The highest adjusted-to-sea level barometric pressure ever recorded (below 750 meters) was at Agatha in Even Autonomous Drug, Russia (66°53'N, 93°28'E, elevation: 261 m, 856 ft) on 31 December 1968 of 1083.8 HPA (32.005 ING). The discrimination is due to the problematic assumptions (assuming a standard lapse rate) associated with reduction of sea level from high elevations.
A below-sea-level surface pressure record of 1081.8 HPA (31.95 ING) was set on 21 February 1961. The lowest non-tornadic atmospheric pressure ever measured was 870 HPA (0.858 ATM; 25.69 ING), set on 12 October 1979, during Typhoon Tip in the western Pacific Ocean.
The measurement was based on an instrumental observation made from a reconnaissance aircraft. One atmosphere (101.325 PA or 14.7 psi) is also the pressure caused by the weight of a column of fresh water of approximately 10.3 m (33.8 ft).
Conversely, 10.3 m is the maximum height to which water can be raised using suction under standard atmospheric conditions. A typical gas-using residential appliance in the US is rated for a maximum of 1/2 psi, which is approximately 14 w.g.
Similar metric units with a wide variety of names and notation based on millimeters, centimeters or meters are now less commonly used. Pure water boils at 100 °C (212 °F) at earth's standard atmospheric pressure.
A rough approximation of elevation can be obtained by measuring the temperature at which water boils; in the mid-19th century, this method was used by explorers. An important application of the knowledge that atmospheric pressure varies directly with altitude was in determining the height of hills and mountains thanks to the availability of reliable pressure measurement devices.
William Roy, using barometric pressure, was able to confirm Masculine's height determinations, the agreement being to within one meter (3.28 feet). This method became and continues to be useful for survey work and map making.
Manual of the ICAO Standard Atmosphere, Doc 7488-CD, Third Edition, 1993. ^ Sample Metal of CVR Nav Canada ^ Montreal Current Weather, CBC Montreal, Canada, retrieved 2014-03-30 ^ Jacob, Daniel J..
^ A quick derivation relating altitude to air pressure Archived 2011-09-28 at the Payback Machine by Portland State Aerospace Society, 2004, accessed 05032011 ^ a b World: Highest Sea Level Air Pressure Above 750 m, Who.ASU.edu, 2001-12-19, archived from the original on 2012-10-17, retrieved 2013-04-15 ^ World: Highest Sea Level Air Pressure Below 750 m, Who.ASU.edu, 1968-12-31, archived from the original on 2013-05-14, retrieved 2013-04-15 ^ Kramer, MR; Springer C; Bergman N; Glazer M; Public M; Bar-Yishay E; Godfrey S (March 1998). “Rehabilitation of hypoxemic patients with COPD at low altitude at the Dead Sea, the lowest place on earth” (PDF).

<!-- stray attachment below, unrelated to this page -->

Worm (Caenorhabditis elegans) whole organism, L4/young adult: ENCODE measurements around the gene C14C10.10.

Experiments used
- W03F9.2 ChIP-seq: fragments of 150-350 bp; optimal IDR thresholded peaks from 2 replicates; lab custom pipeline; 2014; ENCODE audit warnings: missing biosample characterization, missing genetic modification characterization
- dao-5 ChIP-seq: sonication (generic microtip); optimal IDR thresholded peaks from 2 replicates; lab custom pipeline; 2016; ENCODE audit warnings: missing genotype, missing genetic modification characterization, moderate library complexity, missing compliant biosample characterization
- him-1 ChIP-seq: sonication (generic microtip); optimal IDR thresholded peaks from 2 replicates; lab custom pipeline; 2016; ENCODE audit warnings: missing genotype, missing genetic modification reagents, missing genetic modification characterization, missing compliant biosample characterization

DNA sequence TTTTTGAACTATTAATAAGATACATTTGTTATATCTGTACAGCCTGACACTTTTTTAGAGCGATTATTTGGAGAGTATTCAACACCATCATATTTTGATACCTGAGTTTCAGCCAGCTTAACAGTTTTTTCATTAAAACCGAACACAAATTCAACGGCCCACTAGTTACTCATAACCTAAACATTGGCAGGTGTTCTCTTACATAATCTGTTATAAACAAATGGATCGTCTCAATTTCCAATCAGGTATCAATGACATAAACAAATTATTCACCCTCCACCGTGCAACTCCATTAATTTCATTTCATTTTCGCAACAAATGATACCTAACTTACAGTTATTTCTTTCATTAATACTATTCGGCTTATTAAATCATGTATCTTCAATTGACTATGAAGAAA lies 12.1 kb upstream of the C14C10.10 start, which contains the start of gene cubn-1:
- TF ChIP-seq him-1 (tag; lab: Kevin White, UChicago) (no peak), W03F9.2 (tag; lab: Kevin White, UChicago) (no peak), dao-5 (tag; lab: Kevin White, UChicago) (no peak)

Consequently then, in general, for every thousand feet of elevation gain, the pressure drops about 1 inch of mercury. For example, locations near 5000 feet (about 1500 meters) above mean sea level normally have pressures on the order of 24 inches of mercury.
ALTIMETER SETTING: This is the pressure reading most commonly heard in radio and television broadcasts. Instead, it is the pressure “reduced” to mean sea level using the temperature profile of the “standard” atmosphere, which is representative of average conditions over the United States at 40 degrees north latitude.
The altimeter setting is an attempt to remove elevation effects from pressure readings using “standard” conditions. Each molecule is too small to feel and only exerts a tiny bit of force.
First, simply adding molecules to any particular container will increase the pressure. A good example of this is adding (or subtracting) air in an automobile tire.
The second way of increasing (or decreasing) is by the addition (or subtraction) of heat. Adding heat to any particular container can transfer energy to air molecules.
Since molecules move in all directions, they can even exert air pressure upwards as they smash into object from underneath. Therefore, the air pressure is the same in the space station as the earth's surface (14.7 pounds per square inch).
Because of this decrease in pressure with height, it makes it very hard to compare the air pressure at ground level from one location to another, especially when the elevations of each site differ. Therefore, to give meaning to the pressure values observed at each station, we convert the station air pressures reading to a value with a common denominator.
At sea level, standard air pressure is 29.92 inches of mercury. A millibar is 1/1000th of a bar and is approximately equal to 1000 dunes (one done is the amount of force it takes to accelerate an object with a mass of one gram at the rate of one centimeter per second squared).
The most basic change in pressure is the twice daily rise and fall in due to the heating from the sun. The magnitude of the daily cycle is the greatest near the equator decreasing toward the poles.
In very hot weather, the fall of the barometer denotes thunder. Otherwise, the sudden falling of the barometer denotes high wind.
In frosty weather, the fall of the barometer denotes thaw. In fair weather, if the barometer falls much and remains low, expect much wet in a few days, and probably wind.
In frosty weather, the rise of the barometer presages snow. If it stands at “MUCH RAIN” and rises to “CHANGEABLE” expect fair weather of short continuance.
In the United States, the largest pressure changes associated with storms will generally occur in Alaska and northern half of the continental U.S. When the change to scientific unit occurred in the 1960s many meteorologists preferred to keep using the magnitude they are used to and use a prefix “Hector” (h), meaning 100.
The end result is although the units we refer to in meteorology may be different, their numerical value remains the same.